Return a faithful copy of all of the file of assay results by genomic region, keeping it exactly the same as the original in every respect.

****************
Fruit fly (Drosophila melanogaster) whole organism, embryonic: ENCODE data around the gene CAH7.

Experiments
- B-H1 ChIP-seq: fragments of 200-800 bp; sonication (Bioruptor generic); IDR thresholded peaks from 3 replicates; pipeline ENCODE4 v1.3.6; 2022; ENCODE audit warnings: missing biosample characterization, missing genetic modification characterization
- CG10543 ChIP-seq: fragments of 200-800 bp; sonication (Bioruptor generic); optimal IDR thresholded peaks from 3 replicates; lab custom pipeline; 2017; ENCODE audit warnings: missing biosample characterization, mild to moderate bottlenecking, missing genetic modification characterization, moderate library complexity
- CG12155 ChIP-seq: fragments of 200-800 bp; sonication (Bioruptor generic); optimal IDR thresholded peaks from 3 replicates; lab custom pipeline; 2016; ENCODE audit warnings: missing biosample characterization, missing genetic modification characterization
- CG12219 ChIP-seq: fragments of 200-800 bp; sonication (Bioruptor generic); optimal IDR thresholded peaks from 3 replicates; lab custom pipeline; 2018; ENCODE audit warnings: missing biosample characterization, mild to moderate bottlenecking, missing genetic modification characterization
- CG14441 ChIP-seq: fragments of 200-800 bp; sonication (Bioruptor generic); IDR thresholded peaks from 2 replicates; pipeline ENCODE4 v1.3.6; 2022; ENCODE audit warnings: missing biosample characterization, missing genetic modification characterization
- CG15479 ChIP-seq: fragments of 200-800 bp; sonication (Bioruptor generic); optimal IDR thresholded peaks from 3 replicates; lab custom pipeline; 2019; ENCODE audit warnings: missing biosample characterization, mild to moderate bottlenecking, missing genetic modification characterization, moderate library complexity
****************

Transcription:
Fruit fly (Drosophila melanogaster) whole organism, embryonic: ENCODE data around the gene CAH7.

Experiments
- B-H1 ChIP-seq: fragments of 200-800 bp; sonication (Bioruptor generic); IDR thresholded peaks from 3 replicates; pipeline ENCODE4 v1.3.6; 2022; ENCODE audit warnings: missing biosample characterization, missing genetic modification characterization
- CG10543 ChIP-seq: fragments of 200-800 bp; sonication (Bioruptor generic); optimal IDR thresholded peaks from 3 replicates; lab custom pipeline; 2017; ENCODE audit warnings: missing biosample characterization, mild to moderate bottlenecking, missing genetic modification characterization, moderate library complexity
- CG12155 ChIP-seq: fragments of 200-800 bp; sonication (Bioruptor generic); optimal IDR thresholded peaks from 3 replicates; lab custom pipeline; 2016; ENCODE audit warnings: missing biosample characterization, missing genetic modification characterization
- CG12219 ChIP-seq: fragments of 200-800 bp; sonication (Bioruptor generic); optimal IDR thresholded peaks from 3 replicates; lab custom pipeline; 2018; ENCODE audit warnings: missing biosample characterization, mild to moderate bottlenecking, missing genetic modification characterization
- CG14441 ChIP-seq: fragments of 200-800 bp; sonication (Bioruptor generic); IDR thresholded peaks from 2 replicates; pipeline ENCODE4 v1.3.6; 2022; ENCODE audit warnings: missing biosample characterization, missing genetic modification characterization
- CG15479 ChIP-seq: fragments of 200-800 bp; sonication (Bioruptor generic); optimal IDR thresholded peaks from 3 replicates; lab custom pipeline; 2019; ENCODE audit warnings: missing biosample characterization, mild to moderate bottlenecking, missing genetic modification characterization, moderate library complexity